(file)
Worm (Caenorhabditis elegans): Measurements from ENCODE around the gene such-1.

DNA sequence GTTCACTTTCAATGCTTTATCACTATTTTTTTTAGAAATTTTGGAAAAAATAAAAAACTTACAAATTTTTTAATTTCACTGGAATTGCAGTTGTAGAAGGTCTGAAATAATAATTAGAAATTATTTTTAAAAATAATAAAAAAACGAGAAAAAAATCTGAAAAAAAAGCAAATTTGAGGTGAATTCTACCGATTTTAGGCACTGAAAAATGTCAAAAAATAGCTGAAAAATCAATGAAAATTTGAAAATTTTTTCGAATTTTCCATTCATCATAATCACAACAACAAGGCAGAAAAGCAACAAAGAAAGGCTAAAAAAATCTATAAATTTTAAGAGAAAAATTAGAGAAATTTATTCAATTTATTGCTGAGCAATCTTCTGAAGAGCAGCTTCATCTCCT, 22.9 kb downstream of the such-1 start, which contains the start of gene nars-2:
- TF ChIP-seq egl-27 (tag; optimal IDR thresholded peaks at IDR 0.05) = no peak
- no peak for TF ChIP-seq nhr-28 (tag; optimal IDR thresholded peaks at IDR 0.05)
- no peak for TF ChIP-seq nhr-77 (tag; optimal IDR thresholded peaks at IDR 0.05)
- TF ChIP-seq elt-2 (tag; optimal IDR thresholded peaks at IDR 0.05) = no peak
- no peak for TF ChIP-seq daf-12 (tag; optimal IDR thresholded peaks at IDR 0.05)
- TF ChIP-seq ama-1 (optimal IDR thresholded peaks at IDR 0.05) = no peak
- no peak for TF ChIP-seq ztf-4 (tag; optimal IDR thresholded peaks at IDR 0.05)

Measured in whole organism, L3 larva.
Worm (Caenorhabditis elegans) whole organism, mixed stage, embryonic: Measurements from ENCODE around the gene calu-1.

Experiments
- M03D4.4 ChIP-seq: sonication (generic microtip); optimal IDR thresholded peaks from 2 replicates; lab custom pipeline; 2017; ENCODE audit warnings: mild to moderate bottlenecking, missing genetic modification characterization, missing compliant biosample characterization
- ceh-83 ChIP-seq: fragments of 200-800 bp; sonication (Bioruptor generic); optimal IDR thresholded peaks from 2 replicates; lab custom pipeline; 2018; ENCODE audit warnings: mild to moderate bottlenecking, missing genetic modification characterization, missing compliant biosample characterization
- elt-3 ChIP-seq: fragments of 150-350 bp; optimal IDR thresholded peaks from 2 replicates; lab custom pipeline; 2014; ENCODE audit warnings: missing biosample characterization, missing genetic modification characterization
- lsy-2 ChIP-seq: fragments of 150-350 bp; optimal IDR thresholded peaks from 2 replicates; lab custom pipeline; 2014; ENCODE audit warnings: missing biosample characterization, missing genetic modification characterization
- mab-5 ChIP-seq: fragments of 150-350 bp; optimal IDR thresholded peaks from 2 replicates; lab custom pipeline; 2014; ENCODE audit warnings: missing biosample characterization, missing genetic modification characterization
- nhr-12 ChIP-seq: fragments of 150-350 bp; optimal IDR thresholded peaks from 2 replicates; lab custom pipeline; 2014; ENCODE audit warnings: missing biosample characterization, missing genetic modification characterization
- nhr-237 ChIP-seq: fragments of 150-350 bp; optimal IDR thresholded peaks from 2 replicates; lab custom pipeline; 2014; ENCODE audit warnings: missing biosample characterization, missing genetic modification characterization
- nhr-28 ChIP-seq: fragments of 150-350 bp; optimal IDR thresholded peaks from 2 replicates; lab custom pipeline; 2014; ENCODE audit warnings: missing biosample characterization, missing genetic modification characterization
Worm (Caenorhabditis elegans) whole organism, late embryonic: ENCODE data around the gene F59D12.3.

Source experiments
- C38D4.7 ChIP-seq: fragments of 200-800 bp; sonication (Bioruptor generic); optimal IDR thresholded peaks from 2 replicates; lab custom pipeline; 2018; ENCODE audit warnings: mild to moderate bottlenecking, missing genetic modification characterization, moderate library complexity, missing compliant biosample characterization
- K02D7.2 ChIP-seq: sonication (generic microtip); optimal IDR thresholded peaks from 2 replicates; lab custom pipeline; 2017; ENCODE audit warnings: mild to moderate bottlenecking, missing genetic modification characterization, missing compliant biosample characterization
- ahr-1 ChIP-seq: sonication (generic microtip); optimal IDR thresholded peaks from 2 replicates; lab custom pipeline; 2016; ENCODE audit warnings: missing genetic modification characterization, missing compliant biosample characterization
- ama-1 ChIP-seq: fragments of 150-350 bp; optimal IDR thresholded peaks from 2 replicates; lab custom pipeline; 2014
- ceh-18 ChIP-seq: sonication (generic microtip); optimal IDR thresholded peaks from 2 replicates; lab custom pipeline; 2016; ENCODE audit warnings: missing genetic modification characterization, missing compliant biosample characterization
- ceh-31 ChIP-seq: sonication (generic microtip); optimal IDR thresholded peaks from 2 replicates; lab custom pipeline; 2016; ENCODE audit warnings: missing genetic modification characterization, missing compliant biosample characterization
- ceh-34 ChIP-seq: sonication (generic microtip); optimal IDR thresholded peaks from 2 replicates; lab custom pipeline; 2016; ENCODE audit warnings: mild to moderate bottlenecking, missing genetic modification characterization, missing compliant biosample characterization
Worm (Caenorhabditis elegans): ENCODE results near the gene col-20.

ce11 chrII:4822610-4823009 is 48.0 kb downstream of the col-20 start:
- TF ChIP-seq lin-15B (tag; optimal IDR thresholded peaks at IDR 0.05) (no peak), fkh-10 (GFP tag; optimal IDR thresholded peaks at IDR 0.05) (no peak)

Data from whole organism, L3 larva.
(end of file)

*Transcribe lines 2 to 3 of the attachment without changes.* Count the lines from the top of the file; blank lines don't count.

DNA sequence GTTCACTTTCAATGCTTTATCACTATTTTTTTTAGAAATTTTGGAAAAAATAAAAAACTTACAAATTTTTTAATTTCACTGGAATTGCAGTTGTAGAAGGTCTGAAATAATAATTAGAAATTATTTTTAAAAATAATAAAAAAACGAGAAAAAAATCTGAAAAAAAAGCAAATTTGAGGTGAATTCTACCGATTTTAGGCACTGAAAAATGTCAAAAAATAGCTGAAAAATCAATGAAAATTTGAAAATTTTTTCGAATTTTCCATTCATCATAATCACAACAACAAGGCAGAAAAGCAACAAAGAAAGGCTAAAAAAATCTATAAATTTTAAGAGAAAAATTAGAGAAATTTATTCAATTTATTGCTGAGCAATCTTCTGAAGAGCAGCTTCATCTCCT, 22.9 kb downstream of the such-1 start, which contains the start of gene nars-2:
- TF ChIP-seq egl-27 (tag; optimal IDR thresholded peaks at IDR 0.05) = no peak